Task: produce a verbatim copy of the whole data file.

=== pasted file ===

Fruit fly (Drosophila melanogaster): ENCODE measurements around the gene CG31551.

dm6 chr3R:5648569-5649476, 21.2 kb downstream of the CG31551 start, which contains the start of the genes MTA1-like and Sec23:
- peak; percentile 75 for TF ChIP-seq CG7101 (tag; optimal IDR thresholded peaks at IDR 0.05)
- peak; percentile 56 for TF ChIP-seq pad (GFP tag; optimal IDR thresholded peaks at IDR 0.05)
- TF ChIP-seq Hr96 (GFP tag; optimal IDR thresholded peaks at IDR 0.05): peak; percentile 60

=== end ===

Fruit fly (Drosophila melanogaster): ENCODE measurements around the gene CG31551.

dm6 chr3R:5648569-5649476, 21.2 kb downstream of the CG31551 start, which contains the start of the genes MTA1-like and Sec23:
- peak; percentile 75 for TF ChIP-seq CG7101 (tag; optimal IDR thresholded peaks at IDR 0.05)
- peak; percentile 56 for TF ChIP-seq pad (GFP tag; optimal IDR thresholded peaks at IDR 0.05)
- TF ChIP-seq Hr96 (GFP tag; optimal IDR thresholded peaks at IDR 0.05): peak; percentile 60